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September 12, 2019 10:12 am

Understanding Web Use Patterns Could Stop the Next Lone Wolf Terrorist, Says Cobwebs President

avatar by Hager Ravet / CTech

An injured person is loaded into an ambulance following a shooting at the Al Noor mosque in Christchurch, New Zealand, March 15, 2019. Photo: Reuters / SNPA / Martin Hunter.

CTech – A series of violent attacks, starting with the Christchurch, New Zealand mosque shootings earlier this year, brought web intelligence startup Cobwebs Technologies to map out the web traces of such violent crimes, according to Cobwebs President Omri Timianker.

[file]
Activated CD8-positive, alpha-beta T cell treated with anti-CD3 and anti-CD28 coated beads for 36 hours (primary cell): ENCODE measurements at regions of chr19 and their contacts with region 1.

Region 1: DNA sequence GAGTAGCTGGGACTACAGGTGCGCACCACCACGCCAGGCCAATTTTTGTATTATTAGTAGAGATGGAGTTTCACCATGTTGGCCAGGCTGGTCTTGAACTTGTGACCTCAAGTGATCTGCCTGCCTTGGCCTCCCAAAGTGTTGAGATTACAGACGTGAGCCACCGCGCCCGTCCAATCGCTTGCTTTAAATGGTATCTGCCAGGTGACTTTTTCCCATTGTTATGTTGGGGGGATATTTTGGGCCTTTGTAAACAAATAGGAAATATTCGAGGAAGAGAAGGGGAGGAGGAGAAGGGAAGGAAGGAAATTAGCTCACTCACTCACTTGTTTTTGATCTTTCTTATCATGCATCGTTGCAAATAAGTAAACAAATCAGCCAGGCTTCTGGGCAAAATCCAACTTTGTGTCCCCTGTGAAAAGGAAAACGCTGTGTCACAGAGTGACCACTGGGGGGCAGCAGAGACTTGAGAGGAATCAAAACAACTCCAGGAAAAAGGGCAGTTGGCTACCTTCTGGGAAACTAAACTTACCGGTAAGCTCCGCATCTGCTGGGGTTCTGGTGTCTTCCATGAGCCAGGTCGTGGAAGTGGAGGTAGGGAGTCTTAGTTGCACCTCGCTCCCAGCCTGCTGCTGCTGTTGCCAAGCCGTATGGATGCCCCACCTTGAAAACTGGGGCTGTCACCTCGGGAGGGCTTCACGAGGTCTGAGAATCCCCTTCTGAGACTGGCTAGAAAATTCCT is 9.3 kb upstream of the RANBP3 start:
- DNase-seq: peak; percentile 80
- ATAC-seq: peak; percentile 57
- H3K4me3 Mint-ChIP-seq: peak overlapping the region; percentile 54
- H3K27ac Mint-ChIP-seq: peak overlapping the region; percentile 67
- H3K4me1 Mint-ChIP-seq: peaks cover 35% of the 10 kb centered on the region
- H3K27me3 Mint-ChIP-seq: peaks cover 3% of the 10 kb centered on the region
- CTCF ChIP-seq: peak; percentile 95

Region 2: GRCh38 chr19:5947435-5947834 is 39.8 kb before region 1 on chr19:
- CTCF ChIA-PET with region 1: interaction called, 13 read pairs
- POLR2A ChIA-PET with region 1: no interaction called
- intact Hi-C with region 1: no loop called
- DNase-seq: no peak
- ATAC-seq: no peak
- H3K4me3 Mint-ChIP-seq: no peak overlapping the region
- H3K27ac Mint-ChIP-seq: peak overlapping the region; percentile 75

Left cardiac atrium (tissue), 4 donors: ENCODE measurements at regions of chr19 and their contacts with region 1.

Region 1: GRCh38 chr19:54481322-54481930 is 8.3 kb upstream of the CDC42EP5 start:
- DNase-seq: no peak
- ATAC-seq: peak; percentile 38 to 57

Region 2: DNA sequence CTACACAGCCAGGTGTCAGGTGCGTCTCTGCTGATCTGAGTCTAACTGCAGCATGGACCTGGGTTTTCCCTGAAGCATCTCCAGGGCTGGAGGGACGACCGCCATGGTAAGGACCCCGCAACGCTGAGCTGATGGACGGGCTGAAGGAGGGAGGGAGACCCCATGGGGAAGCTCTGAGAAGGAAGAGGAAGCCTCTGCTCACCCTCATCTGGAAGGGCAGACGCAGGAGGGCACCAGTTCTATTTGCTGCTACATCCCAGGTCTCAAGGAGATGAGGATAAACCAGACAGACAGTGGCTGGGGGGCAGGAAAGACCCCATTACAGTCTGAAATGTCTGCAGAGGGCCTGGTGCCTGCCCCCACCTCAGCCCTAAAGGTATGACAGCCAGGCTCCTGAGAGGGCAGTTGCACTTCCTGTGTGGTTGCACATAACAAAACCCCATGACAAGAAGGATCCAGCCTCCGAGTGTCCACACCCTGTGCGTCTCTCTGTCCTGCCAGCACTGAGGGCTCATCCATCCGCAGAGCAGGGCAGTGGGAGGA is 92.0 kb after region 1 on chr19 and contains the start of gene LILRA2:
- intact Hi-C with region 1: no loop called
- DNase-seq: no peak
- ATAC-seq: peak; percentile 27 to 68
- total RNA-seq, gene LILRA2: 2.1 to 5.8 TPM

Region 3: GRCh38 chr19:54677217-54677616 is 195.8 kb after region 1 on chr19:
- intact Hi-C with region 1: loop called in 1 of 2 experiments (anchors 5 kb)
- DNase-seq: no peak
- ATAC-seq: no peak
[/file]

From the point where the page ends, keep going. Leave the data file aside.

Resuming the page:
Speaking Thursday at Calcalist’s third Mind the Tech conference in London, Timianker said the company found a pattern of web use among right-wing extremists before and during their violent attacks. First they upload their manifestos to lesser-known, niche, politically extremist platforms, gradually signaling their intentions on more mainstream social media outlets, and finally on Facebook, he explained. Following the attack there are more and more mentions and quotes in traditional media outlets which create a widely accessible web archive of their hate speech, Timianker said.

Understanding the web patterns and triggers could help prevent such lone-wolf attacks in the future by identifying the perpetrators before they act and giving them the treatment they require, for instance, helping them manage their anger through therapy, Timianker said.

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